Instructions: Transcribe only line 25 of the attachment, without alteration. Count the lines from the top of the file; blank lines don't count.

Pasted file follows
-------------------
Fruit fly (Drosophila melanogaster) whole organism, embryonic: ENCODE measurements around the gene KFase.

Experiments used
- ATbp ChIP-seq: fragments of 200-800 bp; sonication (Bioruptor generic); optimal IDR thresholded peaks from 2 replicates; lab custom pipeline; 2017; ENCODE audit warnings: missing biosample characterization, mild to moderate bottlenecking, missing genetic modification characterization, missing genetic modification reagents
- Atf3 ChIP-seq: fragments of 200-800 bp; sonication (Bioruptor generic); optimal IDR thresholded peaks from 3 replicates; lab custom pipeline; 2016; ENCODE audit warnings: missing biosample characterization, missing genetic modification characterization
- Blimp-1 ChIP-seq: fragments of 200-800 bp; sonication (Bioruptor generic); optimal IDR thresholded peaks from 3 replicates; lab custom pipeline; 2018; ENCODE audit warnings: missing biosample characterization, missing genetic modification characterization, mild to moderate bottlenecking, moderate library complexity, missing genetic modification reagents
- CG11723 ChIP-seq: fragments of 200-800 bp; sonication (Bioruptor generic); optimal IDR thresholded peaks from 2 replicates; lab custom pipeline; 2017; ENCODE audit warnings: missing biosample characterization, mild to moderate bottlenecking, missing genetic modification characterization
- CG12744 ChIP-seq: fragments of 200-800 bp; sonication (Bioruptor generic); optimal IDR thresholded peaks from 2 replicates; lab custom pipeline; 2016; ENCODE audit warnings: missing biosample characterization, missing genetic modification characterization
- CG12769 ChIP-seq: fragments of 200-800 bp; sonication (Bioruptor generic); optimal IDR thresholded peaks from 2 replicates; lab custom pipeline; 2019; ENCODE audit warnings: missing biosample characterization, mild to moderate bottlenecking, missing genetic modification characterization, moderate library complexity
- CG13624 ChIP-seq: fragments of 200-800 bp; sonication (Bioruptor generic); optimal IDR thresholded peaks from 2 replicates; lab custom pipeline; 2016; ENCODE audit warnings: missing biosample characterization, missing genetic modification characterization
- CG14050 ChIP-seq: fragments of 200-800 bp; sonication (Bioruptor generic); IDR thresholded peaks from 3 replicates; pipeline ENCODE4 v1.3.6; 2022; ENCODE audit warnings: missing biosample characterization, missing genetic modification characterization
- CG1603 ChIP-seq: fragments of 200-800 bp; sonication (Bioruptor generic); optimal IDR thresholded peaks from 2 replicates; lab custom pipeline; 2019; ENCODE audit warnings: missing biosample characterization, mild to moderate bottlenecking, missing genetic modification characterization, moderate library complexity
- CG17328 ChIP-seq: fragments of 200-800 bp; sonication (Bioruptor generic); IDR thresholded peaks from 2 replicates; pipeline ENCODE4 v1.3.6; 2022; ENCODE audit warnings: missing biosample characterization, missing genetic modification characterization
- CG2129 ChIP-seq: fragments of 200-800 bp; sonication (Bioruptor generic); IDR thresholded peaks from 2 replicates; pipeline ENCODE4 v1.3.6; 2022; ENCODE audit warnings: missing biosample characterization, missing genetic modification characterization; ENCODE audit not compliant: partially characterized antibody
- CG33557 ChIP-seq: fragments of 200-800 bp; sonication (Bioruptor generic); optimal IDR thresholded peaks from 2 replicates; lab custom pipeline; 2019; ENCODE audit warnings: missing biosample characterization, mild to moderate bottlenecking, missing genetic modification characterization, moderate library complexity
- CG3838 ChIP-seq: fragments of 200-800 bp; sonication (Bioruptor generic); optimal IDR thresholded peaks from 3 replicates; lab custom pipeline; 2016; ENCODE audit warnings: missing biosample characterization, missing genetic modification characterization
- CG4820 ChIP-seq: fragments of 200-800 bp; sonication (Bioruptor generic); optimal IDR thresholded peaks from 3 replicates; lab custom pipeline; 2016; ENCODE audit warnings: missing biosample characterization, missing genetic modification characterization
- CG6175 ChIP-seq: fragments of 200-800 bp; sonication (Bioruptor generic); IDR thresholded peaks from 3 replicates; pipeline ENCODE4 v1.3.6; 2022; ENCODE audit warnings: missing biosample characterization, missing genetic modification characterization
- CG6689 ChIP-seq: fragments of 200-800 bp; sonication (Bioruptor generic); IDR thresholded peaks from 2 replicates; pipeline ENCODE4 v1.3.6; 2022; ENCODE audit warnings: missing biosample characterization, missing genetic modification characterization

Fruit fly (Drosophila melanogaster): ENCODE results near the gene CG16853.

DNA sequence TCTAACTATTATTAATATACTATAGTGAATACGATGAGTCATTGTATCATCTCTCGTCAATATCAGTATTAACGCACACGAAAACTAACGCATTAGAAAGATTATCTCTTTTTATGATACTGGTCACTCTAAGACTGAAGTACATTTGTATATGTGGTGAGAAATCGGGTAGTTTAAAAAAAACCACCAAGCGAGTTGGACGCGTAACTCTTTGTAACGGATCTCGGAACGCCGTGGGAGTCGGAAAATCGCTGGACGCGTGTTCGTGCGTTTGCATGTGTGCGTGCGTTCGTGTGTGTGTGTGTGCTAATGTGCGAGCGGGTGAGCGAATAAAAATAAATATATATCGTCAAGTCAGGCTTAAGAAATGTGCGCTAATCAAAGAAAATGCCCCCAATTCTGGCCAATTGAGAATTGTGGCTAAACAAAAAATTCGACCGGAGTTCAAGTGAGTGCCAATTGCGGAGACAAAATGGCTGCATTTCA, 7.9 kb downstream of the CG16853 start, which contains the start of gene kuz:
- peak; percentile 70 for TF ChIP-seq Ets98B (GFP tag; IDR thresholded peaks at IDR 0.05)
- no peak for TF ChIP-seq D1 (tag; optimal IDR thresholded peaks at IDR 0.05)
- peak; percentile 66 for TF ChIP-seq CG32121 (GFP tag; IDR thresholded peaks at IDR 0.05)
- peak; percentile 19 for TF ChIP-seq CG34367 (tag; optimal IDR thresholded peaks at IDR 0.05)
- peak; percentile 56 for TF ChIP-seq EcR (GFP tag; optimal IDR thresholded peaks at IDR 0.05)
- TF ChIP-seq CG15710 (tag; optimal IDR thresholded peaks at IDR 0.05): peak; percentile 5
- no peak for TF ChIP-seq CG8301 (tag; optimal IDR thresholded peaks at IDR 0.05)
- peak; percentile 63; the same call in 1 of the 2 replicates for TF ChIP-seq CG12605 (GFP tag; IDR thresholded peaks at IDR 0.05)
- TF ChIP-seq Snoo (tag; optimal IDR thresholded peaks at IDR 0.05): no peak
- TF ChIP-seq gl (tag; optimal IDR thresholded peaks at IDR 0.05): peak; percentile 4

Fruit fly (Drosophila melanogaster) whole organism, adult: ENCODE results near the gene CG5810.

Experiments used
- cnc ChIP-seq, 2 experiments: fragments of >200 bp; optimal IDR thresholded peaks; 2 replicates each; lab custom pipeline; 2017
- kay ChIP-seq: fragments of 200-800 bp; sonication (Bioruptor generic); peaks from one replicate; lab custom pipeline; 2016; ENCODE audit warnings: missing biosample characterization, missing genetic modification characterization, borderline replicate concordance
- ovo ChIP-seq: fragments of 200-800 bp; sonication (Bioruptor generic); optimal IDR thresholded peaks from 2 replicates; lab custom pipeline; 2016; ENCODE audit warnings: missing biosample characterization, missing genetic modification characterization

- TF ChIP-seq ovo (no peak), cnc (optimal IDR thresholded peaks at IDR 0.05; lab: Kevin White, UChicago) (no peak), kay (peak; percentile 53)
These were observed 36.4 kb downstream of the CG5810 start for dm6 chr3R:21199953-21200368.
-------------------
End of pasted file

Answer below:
- peak; percentile 56 for TF ChIP-seq EcR (GFP tag; optimal IDR thresholded peaks at IDR 0.05)